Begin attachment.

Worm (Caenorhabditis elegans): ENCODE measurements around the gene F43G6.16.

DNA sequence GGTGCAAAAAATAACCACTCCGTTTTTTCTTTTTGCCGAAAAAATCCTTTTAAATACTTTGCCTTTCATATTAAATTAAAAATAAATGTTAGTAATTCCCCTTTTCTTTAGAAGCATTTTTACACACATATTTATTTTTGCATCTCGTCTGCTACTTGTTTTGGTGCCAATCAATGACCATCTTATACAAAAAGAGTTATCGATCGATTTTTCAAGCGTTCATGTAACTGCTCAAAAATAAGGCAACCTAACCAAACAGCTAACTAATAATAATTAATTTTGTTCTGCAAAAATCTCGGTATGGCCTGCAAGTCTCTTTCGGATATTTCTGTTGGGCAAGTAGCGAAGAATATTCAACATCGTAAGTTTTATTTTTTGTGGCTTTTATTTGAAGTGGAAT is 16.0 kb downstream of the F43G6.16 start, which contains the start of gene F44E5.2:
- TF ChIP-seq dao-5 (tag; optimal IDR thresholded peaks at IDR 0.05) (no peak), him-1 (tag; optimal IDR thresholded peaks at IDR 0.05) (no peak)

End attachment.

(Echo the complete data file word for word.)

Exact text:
Worm (Caenorhabditis elegans): ENCODE measurements around the gene F43G6.16.

DNA sequence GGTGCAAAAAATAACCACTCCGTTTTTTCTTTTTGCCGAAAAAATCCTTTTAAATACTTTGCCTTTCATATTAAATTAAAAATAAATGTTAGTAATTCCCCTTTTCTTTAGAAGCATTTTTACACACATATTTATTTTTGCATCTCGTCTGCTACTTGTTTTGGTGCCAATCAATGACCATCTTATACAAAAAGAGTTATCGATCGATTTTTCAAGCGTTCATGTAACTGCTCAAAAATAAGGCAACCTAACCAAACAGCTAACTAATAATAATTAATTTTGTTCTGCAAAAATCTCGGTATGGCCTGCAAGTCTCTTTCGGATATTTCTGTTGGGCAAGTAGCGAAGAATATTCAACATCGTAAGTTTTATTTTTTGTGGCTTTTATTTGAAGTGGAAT is 16.0 kb downstream of the F43G6.16 start, which contains the start of gene F44E5.2:
- TF ChIP-seq dao-5 (tag; optimal IDR thresholded peaks at IDR 0.05) (no peak), him-1 (tag; optimal IDR thresholded peaks at IDR 0.05) (no peak)